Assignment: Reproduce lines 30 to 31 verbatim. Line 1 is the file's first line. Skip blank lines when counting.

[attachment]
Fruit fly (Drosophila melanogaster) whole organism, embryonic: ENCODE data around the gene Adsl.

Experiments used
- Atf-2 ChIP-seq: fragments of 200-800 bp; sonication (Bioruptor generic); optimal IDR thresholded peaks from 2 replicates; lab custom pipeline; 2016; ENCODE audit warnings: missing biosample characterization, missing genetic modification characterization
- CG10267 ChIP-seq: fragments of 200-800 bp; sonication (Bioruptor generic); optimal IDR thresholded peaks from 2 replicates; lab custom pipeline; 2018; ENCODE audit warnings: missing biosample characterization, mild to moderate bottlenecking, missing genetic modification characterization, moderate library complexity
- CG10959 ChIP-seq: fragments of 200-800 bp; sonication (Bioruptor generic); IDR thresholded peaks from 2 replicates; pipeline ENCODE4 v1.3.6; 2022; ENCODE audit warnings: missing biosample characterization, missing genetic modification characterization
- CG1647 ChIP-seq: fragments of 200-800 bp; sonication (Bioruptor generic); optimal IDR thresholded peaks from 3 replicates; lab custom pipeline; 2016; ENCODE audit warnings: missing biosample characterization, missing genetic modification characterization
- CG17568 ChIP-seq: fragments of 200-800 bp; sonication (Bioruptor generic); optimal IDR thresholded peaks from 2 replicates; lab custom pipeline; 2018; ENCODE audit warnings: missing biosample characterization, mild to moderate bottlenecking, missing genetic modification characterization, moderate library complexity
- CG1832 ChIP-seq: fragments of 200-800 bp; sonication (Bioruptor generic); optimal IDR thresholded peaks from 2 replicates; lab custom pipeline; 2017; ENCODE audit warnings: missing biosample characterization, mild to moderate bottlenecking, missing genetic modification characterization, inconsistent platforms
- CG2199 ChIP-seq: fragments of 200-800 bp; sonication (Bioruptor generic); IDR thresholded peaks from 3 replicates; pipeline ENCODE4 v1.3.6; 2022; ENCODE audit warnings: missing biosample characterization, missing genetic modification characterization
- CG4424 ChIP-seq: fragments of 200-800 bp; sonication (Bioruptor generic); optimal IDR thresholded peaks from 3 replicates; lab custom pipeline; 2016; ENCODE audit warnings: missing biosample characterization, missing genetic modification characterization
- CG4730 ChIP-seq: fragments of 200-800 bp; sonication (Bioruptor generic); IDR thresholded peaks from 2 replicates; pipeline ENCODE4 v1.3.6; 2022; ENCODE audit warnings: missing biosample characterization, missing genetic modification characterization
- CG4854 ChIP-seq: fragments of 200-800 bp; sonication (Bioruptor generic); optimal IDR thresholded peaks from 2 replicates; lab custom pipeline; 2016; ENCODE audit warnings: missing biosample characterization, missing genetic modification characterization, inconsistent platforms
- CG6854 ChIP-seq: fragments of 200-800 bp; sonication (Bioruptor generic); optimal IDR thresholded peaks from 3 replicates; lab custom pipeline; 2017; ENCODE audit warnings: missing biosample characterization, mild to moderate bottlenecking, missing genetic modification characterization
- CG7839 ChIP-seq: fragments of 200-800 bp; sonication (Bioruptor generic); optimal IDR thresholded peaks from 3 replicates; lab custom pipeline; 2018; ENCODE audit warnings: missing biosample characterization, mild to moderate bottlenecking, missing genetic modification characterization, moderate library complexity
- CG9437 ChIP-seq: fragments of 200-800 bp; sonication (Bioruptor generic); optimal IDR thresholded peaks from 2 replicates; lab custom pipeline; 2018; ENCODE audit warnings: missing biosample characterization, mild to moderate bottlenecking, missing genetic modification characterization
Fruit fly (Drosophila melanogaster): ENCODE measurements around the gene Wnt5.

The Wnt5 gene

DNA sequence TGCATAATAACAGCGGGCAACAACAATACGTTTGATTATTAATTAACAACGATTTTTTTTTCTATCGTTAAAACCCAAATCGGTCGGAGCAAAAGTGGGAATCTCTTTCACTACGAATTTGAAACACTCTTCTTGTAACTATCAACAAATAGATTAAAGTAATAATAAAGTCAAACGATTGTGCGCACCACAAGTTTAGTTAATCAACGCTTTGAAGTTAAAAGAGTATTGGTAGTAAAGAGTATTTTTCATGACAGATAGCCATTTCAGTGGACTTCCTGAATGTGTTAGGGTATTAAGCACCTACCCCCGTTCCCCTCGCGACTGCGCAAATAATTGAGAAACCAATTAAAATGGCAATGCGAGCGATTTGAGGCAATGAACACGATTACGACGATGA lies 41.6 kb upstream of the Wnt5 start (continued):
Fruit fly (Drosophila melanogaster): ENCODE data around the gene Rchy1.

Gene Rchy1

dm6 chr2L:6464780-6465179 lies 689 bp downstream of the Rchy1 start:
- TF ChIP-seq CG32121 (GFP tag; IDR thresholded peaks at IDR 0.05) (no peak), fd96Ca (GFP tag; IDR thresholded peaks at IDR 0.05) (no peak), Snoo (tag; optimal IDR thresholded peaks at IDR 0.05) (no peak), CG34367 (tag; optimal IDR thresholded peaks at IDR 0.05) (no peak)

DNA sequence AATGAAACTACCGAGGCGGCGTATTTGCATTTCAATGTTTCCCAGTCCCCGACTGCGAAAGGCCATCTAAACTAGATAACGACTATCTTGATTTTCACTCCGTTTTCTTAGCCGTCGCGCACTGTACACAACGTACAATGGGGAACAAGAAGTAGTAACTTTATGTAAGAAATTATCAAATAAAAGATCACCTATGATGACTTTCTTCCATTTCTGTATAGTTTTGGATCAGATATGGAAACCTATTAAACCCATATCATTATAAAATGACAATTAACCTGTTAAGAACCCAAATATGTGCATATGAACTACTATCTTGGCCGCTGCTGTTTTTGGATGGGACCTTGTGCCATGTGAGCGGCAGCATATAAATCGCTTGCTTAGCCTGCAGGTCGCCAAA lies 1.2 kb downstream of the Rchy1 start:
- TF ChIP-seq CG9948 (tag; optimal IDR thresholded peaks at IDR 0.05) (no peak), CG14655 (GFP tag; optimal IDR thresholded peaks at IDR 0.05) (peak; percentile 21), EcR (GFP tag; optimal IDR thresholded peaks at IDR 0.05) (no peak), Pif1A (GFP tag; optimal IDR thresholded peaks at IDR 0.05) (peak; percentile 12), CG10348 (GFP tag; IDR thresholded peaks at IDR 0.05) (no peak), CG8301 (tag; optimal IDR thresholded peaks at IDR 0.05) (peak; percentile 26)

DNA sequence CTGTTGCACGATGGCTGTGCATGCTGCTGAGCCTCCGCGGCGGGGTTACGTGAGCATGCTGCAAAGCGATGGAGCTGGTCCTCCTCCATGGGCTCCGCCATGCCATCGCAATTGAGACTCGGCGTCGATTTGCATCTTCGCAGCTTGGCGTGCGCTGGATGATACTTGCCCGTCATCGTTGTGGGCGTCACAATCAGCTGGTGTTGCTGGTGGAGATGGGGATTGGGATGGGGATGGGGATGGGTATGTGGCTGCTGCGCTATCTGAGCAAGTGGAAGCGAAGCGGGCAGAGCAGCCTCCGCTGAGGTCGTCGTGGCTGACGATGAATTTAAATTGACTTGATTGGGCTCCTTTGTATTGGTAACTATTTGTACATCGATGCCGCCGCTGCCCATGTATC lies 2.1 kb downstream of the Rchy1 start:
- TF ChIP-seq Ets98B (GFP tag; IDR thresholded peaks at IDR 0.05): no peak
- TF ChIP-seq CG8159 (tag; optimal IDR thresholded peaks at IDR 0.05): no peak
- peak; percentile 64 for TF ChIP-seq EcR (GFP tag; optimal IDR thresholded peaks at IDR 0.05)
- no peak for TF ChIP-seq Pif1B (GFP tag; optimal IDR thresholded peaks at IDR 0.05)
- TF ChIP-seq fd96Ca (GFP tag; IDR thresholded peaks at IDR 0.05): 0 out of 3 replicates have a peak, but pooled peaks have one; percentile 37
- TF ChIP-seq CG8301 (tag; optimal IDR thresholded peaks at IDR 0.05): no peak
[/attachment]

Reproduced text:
- TF ChIP-seq fd96Ca (GFP tag; IDR thresholded peaks at IDR 0.05): 0 out of 3 replicates have a peak, but pooled peaks have one; percentile 37
- TF ChIP-seq CG8301 (tag; optimal IDR thresholded peaks at IDR 0.05): no peak